late September of 2001, only weeks after the World Trade Center
disaster, officials uncovered a criminal scheme to divert sheet metal
beams from the Ground Zero rubble to Long Island and New Jersey. In
late October, some 250 tons of scrap metal were found at unofficial
dump sites in both those areas.
On November 26, the city
initiated use of an in-vehicle GPS tracking system to monitor locations
of trucks hired to haul the debris to Fresh Kills, the official dump
site on Staten Island.
By then, FEMA and the City of New York
were already looking hard for ways to improve work efficiencies at
Ground Zero and ease traffic jams around the area.
the trucks, signaling them into load zones in Ground Zero and out of it
was a major operation handled by the (trucking) contracting companies
under the watchful eye of the Department of Design and Construction-New
York City (DDC-NYC). Recovery of human remains and evidence introduced
another level of complexity. Occasionally, all work stopped for
recovery, changing routes and playing havoc with traffic,” says Yoram
Shalmon, director of product management for PowerLoc Technologies,
Toronto, Ontario, a subcontractor on the project.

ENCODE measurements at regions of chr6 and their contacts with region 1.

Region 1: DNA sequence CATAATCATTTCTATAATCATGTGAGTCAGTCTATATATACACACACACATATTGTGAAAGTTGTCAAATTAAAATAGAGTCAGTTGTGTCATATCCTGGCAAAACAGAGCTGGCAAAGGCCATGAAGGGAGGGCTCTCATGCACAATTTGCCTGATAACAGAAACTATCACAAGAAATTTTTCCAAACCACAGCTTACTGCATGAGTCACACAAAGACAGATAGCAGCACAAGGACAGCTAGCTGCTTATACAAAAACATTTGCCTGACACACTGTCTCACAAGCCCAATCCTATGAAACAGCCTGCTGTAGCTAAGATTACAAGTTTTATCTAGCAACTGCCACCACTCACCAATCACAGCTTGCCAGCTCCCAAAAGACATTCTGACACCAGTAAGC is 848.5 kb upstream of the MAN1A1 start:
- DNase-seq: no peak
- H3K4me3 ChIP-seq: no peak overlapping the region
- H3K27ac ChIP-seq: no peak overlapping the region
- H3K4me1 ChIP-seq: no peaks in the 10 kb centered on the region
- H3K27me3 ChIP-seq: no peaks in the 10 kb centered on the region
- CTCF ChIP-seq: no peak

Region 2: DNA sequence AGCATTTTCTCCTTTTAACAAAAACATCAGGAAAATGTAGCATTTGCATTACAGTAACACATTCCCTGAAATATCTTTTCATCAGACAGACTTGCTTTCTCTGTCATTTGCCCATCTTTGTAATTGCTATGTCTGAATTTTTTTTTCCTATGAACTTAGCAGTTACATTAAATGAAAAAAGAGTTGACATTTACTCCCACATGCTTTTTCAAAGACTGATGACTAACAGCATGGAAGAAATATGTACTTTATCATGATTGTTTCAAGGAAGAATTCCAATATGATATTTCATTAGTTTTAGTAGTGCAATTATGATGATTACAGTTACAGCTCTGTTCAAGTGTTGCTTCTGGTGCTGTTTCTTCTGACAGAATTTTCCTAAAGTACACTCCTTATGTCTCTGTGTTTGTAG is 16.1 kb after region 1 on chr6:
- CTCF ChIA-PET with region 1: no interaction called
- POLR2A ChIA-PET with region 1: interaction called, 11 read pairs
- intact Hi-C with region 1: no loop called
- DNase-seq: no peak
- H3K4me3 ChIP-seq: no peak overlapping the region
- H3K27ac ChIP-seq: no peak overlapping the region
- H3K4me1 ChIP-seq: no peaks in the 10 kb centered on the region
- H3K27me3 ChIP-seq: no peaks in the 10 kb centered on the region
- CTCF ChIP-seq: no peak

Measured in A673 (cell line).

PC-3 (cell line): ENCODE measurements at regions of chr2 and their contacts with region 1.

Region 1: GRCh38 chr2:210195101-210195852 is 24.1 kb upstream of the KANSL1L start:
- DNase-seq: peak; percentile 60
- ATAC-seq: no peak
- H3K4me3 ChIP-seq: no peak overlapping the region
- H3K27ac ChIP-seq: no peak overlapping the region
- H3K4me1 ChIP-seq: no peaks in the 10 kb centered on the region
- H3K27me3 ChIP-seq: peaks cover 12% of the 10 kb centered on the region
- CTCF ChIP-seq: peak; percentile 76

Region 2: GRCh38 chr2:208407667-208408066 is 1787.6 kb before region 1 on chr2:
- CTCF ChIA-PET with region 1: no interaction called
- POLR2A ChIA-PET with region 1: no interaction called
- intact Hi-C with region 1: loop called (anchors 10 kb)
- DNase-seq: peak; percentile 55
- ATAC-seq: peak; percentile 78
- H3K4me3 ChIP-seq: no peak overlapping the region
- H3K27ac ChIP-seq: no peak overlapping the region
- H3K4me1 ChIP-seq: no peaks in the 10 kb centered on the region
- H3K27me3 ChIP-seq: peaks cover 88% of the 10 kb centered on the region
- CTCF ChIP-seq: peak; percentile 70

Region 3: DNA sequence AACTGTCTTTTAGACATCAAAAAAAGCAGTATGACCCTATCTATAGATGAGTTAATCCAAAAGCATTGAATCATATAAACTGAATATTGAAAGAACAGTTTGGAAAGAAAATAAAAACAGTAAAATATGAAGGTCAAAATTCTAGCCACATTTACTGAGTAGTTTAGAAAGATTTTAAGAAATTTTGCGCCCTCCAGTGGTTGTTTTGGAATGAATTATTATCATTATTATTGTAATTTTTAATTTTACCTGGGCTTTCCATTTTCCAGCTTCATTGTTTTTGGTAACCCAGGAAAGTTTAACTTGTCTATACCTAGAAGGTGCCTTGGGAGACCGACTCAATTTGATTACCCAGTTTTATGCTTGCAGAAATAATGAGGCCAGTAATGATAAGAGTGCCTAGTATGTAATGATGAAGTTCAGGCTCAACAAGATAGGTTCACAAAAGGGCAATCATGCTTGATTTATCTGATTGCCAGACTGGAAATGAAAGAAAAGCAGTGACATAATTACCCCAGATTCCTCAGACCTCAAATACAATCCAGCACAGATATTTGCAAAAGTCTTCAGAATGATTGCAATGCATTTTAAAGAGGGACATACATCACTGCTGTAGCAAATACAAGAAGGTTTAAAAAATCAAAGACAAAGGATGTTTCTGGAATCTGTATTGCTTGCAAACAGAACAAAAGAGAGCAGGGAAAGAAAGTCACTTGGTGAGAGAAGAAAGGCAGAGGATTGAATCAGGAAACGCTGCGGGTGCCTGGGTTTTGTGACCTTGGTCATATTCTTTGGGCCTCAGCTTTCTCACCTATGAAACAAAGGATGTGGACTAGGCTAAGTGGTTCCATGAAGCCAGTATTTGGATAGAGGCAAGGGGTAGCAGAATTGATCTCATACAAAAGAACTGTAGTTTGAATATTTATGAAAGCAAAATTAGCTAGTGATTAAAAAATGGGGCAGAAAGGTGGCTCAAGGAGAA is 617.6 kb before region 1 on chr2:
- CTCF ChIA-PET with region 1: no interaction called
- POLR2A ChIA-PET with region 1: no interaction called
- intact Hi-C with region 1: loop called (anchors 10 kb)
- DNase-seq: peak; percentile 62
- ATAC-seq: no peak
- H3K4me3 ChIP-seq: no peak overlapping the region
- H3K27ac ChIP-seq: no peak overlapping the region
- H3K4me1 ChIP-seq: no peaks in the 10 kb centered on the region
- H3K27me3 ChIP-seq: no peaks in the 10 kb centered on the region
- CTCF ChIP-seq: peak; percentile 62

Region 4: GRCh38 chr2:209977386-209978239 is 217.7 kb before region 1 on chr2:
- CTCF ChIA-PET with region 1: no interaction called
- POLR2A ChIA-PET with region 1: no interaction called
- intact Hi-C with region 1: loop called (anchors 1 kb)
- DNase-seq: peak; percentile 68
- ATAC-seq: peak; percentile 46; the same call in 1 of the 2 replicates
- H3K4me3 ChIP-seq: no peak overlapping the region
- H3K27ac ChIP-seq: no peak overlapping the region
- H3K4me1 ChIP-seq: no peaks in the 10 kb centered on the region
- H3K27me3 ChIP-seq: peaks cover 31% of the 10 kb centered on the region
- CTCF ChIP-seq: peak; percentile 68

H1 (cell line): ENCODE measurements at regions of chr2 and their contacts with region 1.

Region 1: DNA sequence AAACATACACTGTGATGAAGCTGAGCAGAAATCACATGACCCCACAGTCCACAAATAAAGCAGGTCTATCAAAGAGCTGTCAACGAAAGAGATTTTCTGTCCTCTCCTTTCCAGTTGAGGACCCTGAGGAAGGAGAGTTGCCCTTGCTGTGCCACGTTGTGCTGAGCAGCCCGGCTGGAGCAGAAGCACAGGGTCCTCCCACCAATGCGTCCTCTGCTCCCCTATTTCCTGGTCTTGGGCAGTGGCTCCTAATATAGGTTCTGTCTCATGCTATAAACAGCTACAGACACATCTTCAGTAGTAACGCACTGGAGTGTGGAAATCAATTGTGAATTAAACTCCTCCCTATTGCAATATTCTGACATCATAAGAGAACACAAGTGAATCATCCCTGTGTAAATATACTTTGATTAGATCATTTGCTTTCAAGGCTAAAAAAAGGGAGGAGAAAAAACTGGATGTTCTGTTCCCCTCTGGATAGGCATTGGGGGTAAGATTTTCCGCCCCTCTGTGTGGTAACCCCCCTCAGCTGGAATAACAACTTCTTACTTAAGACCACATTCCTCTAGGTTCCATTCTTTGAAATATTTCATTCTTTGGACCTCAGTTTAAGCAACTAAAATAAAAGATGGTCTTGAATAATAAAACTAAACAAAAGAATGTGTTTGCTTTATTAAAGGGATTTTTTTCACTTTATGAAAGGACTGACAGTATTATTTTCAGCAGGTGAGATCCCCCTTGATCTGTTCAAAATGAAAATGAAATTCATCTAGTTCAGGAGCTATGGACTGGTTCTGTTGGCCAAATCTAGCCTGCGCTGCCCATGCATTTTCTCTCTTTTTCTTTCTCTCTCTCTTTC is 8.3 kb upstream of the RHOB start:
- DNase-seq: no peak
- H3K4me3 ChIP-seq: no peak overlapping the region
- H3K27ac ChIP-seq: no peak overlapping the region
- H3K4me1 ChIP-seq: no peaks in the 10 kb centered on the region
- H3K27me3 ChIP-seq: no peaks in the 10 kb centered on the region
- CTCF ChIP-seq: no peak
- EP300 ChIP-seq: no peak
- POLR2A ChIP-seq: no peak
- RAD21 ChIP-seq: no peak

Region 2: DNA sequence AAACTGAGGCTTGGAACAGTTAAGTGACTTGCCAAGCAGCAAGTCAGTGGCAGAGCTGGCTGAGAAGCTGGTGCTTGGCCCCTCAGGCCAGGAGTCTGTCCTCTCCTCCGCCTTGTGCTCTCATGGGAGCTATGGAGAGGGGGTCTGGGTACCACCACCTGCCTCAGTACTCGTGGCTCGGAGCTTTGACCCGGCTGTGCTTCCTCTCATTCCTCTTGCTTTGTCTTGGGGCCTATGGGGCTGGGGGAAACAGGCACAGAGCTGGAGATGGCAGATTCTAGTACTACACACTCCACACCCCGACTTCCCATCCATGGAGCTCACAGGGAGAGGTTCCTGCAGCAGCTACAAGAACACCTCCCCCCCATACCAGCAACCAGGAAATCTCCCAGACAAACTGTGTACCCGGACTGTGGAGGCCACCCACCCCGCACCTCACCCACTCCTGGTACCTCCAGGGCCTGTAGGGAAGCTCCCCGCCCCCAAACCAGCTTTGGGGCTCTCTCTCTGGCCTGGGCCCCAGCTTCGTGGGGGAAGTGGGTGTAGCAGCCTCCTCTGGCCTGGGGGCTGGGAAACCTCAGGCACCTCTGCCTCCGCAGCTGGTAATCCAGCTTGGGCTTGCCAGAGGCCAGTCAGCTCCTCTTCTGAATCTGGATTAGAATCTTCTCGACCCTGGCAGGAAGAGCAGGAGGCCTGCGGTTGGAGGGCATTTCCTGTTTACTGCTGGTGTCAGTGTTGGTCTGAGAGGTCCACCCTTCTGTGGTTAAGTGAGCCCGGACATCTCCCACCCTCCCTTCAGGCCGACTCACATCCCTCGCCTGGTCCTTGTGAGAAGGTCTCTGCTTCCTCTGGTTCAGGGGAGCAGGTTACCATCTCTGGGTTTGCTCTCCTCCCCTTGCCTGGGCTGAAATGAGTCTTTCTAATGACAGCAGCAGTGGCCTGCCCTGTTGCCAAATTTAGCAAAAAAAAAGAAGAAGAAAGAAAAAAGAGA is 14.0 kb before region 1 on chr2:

In the weeks
before launching the GPS system, the city relied on a paper-based
system for tracking traffic and loading data. Police and several other
agencies teamed up to monitor the trucks on their routes between Ground
Zero through 20 to 30 miles of tunnels, bridges and highways to the
dump on Staten Island.
All outbound trucks needed to be
washed, wetted, and covered to prevent dust from flying into
surrounding neighborhoods. Steel beams from the WTC's twin towers had
to be sliced into manageable pieces. “With plenty of heavy equipment
and overtime, the costs of the recovery operation became extremely
high,” Shalmon says.
To get a GPS truck-monitoring system
rolling right away, DDC-NYC and the New York Port Authority (NYPA)
quickly identified several possible suppliers, viewed presentations
from the candidates, and sent out a request for proposal.
the end, the contract went to IDC-Criticom, a large alarm system
wholesaler based in Minneapolis, and its two subcontractors: GPS
hardware maker PowerLoc; and implementation specialist Mobile
Installation Technologies (MIT) of Marietta, Ga.